Robert Donat is the swashbuckler that almost was. A dislike of Hollywood – coupled with crippling asthma – meant that he made just one film in the US, taking the lead role of Edmond Dantès in The Count of Monte Cristo (1934). His decision to opt out of the title role in Captain Blood (1935) launched Errol Flynn’s swashbuckling career, but also gave Donat the opportunity to take what would become one of his best-loved roles: Hannay, in Alfred Hitchcock’s The 39 Steps (1935). Yet despite that role, I still pine for the Donat that might’ve been, the Donat that’s apparent in his role as Dantès.
As swashbucklers go, The Count of Monte Cristo (directed by Rowland V. Lee) is a fairly mild affair. Yes, it’s set in Western Europe (mostly France), is loosely based on historical events and features a heroic character, but there’s limited evidence of fencing, just one swordfight and no damsel in distress. But what it does have is impeccable credentials: the 1844 novel on which the film is based was written by the swishiest of swashbucklers, Alexandre Dumas. Had Dumas – who also penned The Three Musketeers, Twenty Years After and The Victome de Bragelonne (which includes the sub-plot Man in the Iron Mask) been alive in the 1930s, he would surely have churned out fast-paced, historically inaccurate screenplays for Hollywood all the time. Clearly Donat wasn’t the only almost-was.
The Count of Monte Cristo is a classic tale of vengeance. Captain Dantès is imprisoned without trial in the Chateau d’If, accused of treason after being caught delivering a message from an exiled Napoleon. Solitary confinement lasts almost eight years; he is forbidden to make contact with his attorney or his fiancé Mercedes who, believing Dantès to be dead, marries his rival Count Mondego. One day, Abbé Faria, a fellow prisoner, breaks into Dantès’ cell through a tunnel he has been digging – he enlists the younger man’s help and begins to educate him. Abbé dies before the escape route can be completed – but not before revealing the location of a vast hidden treasure to Dantès. After his own escape, Dantès goes to collect his fortune; the riches enable him to buy his way into smart Parisian society, masquerading as the Count of Monte Cristo. But Dantès isn’t after the money – he is in it for revenge, to bring down the three corrupt men that unjustly imprisoned him and continue to infiltrate French society.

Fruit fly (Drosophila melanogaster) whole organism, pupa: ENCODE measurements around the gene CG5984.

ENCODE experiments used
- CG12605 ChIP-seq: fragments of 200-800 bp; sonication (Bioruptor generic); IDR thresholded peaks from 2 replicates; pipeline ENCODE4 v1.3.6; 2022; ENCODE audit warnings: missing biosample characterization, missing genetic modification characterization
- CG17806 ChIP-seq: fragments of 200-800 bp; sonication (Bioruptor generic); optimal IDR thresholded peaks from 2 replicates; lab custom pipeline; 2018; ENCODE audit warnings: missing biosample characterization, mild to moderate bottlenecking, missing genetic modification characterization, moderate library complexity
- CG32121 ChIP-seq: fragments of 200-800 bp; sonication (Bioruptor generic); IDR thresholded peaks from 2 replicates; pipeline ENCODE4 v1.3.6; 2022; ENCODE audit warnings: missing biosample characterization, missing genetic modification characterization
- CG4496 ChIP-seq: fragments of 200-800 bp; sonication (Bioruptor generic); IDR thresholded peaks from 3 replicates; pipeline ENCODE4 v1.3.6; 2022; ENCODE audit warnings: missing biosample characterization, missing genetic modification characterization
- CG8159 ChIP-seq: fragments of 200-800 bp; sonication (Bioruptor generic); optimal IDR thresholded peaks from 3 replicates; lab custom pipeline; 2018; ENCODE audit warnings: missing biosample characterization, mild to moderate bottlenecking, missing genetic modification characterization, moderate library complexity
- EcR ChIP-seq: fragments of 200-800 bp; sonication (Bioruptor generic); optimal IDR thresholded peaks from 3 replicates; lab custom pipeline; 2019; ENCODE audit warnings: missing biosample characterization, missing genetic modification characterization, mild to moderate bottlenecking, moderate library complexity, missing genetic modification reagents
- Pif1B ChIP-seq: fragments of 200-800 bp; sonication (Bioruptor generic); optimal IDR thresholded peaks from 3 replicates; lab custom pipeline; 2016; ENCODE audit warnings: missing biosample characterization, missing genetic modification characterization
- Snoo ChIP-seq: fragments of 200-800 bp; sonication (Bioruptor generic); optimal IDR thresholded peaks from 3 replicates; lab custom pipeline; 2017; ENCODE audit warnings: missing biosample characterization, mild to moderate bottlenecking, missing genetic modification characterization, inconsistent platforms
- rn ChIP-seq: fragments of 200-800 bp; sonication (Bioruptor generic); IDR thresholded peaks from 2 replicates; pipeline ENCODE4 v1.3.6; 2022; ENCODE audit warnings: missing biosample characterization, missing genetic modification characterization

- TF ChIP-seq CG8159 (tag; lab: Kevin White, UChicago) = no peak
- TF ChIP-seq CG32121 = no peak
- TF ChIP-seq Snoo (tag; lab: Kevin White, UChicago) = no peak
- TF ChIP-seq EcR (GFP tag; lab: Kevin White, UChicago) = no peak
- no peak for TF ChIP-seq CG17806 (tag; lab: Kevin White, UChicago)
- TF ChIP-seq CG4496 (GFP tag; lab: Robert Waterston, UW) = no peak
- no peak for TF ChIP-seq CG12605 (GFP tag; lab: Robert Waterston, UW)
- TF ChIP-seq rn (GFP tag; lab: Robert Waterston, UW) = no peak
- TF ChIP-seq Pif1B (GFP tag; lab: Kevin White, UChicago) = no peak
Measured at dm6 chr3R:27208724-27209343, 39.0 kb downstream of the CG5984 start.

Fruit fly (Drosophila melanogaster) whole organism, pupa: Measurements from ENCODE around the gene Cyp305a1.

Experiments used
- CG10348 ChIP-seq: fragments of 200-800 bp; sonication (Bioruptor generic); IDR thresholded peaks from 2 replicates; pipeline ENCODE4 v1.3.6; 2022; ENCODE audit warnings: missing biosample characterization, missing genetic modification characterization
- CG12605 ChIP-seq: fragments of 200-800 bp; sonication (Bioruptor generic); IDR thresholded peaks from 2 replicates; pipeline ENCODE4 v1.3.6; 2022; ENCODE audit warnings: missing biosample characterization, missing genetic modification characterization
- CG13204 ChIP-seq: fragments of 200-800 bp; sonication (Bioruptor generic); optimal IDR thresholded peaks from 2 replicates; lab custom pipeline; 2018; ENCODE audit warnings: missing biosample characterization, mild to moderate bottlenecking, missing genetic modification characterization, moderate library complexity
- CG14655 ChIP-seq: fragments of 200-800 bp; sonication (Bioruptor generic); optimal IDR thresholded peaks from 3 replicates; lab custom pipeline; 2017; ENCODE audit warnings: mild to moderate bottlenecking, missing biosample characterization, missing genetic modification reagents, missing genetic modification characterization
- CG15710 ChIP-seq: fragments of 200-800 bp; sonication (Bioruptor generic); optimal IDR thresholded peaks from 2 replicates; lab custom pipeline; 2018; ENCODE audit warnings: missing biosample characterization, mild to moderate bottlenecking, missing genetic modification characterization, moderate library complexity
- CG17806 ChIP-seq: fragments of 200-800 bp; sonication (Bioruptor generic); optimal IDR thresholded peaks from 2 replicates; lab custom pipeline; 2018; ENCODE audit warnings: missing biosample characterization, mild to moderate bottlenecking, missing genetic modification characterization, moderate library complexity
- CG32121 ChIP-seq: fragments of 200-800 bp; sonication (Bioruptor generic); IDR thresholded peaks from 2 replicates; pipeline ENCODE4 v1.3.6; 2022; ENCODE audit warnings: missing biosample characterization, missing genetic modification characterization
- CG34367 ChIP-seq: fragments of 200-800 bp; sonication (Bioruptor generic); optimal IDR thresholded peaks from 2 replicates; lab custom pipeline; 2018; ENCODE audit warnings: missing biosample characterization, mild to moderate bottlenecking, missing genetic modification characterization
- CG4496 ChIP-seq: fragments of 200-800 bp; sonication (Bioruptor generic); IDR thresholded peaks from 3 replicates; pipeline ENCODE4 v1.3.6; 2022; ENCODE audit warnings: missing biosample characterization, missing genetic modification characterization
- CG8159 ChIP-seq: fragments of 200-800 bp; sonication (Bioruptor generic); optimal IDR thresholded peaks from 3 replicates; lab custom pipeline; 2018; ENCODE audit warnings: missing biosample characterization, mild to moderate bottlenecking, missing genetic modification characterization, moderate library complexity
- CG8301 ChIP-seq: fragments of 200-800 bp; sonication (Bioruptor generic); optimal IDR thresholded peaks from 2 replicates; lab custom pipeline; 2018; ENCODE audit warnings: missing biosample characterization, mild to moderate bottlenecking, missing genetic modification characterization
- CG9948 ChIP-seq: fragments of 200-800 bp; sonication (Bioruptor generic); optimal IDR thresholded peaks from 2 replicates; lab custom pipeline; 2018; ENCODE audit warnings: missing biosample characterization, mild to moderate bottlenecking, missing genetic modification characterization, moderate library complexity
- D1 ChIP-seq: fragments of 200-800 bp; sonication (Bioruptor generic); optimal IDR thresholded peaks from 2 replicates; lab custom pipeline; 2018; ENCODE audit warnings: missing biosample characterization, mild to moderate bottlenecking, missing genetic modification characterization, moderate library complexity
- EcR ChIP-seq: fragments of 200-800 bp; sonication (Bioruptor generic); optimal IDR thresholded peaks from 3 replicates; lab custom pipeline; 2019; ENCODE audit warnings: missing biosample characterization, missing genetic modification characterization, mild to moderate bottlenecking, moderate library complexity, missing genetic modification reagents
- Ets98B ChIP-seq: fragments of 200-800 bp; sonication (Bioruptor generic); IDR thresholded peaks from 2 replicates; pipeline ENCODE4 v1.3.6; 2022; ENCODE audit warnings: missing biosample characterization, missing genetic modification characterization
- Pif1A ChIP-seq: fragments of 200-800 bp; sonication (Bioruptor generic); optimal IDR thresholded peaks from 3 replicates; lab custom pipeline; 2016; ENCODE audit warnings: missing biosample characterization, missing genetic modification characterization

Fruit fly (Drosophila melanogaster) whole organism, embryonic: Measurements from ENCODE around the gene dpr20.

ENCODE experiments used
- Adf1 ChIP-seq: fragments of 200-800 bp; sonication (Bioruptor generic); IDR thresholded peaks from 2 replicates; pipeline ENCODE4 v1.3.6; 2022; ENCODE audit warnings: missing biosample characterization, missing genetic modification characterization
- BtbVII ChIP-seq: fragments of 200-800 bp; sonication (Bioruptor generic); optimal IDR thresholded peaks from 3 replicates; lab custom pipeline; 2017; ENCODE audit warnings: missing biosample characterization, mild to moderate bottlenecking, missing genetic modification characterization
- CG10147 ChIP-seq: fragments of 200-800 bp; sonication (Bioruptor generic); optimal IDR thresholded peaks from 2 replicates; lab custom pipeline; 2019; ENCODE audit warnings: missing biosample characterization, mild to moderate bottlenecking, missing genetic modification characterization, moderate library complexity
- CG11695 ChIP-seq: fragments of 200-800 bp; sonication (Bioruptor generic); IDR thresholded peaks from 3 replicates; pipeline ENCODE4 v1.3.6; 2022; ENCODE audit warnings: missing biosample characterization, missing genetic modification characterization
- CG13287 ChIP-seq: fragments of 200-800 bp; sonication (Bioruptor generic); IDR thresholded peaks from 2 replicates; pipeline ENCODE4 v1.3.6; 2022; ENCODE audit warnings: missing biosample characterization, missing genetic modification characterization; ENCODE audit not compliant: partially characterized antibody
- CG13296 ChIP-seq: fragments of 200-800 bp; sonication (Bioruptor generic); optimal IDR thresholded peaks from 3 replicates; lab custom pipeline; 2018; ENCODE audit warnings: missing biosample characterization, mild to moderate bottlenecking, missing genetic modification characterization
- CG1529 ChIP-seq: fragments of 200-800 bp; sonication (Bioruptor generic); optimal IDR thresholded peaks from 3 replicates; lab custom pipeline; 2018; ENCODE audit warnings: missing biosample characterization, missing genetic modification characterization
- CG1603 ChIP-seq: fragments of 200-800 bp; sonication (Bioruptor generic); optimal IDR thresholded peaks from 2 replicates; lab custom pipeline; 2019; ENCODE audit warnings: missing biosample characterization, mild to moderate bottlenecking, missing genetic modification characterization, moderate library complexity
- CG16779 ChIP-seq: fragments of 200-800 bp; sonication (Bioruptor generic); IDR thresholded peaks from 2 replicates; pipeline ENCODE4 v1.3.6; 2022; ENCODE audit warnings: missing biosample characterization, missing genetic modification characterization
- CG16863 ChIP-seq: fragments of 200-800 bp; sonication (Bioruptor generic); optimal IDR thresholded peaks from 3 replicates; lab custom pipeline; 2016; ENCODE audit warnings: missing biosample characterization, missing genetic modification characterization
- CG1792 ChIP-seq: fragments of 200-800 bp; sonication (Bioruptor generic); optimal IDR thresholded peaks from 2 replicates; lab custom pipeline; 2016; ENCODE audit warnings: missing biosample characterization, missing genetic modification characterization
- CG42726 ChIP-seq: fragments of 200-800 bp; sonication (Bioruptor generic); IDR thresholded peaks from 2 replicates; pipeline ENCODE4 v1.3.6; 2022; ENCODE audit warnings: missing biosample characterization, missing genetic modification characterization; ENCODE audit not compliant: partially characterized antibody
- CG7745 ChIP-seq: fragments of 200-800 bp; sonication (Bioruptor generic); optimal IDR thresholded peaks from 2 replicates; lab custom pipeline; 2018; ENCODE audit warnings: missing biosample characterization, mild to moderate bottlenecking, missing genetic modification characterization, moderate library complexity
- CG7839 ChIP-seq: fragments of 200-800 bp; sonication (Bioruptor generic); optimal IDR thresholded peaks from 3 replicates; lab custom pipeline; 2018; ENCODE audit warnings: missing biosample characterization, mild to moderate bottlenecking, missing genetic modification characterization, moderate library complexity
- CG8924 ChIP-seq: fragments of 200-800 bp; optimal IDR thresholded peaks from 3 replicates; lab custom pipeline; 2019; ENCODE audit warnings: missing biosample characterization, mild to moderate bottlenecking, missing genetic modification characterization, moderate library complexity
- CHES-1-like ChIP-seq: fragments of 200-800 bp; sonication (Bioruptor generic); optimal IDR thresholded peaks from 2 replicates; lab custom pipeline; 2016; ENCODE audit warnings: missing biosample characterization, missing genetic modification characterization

Dumas’ novels have been adapted for the screen many times, with varying degrees of success. Although not without its flaws, Rowland V. Lee’ version works better than others because it relies heavily on the source material (although the ending was Hollywood-ised) and doesn’t demonise the villains or celebrate the hero. The characters remain relatively normal, trapped in webs of their own making but always remaining believable. In the films beginning scenes Donat’s sailor character feels under-developed (perhaps deliberate, considering his supposed youth), but this is balanced by his role as the count, which is by turns likeable and sinister. Revenge is a dish that can be cooked for too long – the cool and even-tempered Donat articulates the perfect blend of personal vendetta and public service. Some of the acting is exaggerated and the gestures borrow heavily from silents – unsurprising considering that’s where Lee made his start, and The Count of Monte Cristo was released just six years after the introduction of talkies. Old habits die hard.
Indeed, The Count of Monte Cristo’s biggest problem is pace. It’s just too languid to truly be a swashbuckler. Set aside Dantès extended jail scenes that need to convey monotony, the whole film moves slowly. Dantès’ revenge is a long game, he builds traps that play into the flaws and personality traits of each villain – this isn’t about instant gratification. Even the sword fighting scene feels low-energy, and a pistol duel comes to late to convey real excitement. Indeed the most animated segment is a courtroom segment where Dantès, after initially refusing to provide his own defence, unexpectedly takes the stand to ensnare his final villain, Raymond De Villefort (Louis Calhern). He gives an impassioned speech, forcing De Villefort to reveal his true colours and, in the process, clears his own name.
In terms of swashbuckler film history, The Count of Monte Cristo is often overshadowed by showier pieces from the same era. After all, the genre was popular not for its moral message, but because it offered unbridled fun and escapist entertainment. Dantès’ crusade isn’t as light as Flynn’s Robin Hood or Captain Blood and, although the distinguished count is as heroic as they come, there’s something serious and intrinsically personal about his crusade. But this film – much like the original novel – is worth sticking with. Once the Count’s long-laid plans start to come to fruition the ‘fun’ comes not from adventure, but from watching the downfall of villains who totally deserved what was coming to them. The Count of Monte Cristo might not break new ground in the swashbuckler genre, but it remains one of the best adaptations of Dumas’ novel.